Psych meds 101: Mood stabilizers

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Lithium has been around for many years. It works via a number of different mechanisms, including regulating genetic expression of various neuron-related factors, and boosting activity of the calming neurotransmitter GABA. GABA counterbalances the excitatory neurotransmitter glutamate. Lithium is effective for both mania and depression, and has been shown to decrease the risk of suicide.


These medications were initially developed as anti-seizure medications, but have since come to be used as mood stabilizers. They affect signalling between nerve cells by acting at voltage-sensitive ion channels that allow sodium/calcium to flow in and out of neurons, and they also boost GABA neurotransmission.

Valproic acid/divalproex

These are essentially the same molecule, but divalproex can be formulated into an enteric-coated tablet that decreases stomach upset. Valproic acid is effective for mania, but it is less clear how effective it is for bipolar depression. Dosing is targeted to reach a blood level of 350–700 µmol/L.


Carbamazepine is most clearly effective for mania. It affects the liver’s cytochrome P450 system, leading to interactions with a number of different medications. It can also decrease the reliability of oral contraceptives.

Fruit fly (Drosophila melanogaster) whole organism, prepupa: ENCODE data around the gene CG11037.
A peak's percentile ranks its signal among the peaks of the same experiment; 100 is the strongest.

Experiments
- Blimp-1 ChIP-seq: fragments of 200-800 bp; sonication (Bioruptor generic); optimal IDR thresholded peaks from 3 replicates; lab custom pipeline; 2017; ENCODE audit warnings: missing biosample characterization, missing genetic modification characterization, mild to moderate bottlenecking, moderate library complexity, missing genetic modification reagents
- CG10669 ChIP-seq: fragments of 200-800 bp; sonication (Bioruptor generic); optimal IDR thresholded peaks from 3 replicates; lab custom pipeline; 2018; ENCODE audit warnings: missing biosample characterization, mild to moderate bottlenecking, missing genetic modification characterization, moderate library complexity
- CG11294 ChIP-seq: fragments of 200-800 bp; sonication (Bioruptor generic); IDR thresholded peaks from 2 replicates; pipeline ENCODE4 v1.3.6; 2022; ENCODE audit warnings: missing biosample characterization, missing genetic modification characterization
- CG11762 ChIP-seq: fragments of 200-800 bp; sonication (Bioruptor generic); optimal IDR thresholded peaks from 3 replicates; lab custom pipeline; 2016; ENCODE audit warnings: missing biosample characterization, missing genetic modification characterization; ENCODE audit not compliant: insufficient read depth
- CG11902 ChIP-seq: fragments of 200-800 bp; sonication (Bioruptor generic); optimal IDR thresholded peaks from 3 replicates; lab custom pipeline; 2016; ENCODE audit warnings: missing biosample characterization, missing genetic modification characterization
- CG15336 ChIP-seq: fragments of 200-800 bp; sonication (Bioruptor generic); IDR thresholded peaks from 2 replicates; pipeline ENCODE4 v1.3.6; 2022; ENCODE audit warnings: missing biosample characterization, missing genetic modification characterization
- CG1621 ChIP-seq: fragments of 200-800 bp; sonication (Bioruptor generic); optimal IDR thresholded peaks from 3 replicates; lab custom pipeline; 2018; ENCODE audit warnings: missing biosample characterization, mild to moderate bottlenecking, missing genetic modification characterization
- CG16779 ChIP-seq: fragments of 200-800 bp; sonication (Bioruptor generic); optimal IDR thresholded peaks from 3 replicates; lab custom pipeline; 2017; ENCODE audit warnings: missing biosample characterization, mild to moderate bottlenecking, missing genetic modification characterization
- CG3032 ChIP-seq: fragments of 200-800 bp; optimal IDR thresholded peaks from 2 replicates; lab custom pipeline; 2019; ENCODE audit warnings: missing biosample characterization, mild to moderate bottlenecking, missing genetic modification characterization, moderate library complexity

Lamotrigine is not effective for bipolar mania, and works best for the prevention of bipolar depression. It interacts with both valproic acid and carbamazepine, requiring adjustments in dose. It must be initiated slowly to decrease the risk of Stevens-Johnson syndrome, a type of severe rash.


There are other anticonvulsants that have been tried in bipolar disorder but don’t necessarily have strong evidence to support their use. These include levatiracetam and topiramate. Gabapentin does not appear to be effective.

Atypical antipsychotics

The mechanism by which atypical antipsychotics have a mood stabilizing effect is not entirely clear, but may be related to their action at the 5HT2a serotonin receptor and resultant effects on glutamate, dopamine, norepinephrine, and serotonin signalling. They are useful for both bipolar mania and depression. Examples include lurasidone, aripiprazole, quetiapine, and olanzapine (which can be combined with the SSRI antidepressant fluoxetine for bipolar depression).

Role of antidepressants

There are two key problems with antidepressants in bipolar disorder: they don’t work particularly well, and there is a risk of triggering mania. The International Society for Bipolar Disorder task force on antidepressant use found that evidence for antidepressant use is limited and weak, and as a result they could not broadly endorse the use of antidepressants in bipolar disorder. An exception is fluoxetine, which is effective when used in tandem with olanzapine.

In conclusion…

I hope that this has all made sense and shone some new light on mood stabilizers. If you have any questions please feel free to shoot them my way!

Written by

Mental health blogger | MH Nurse | Living with depression | Author of 3 books, latest is Managing the Depression Puzzle |

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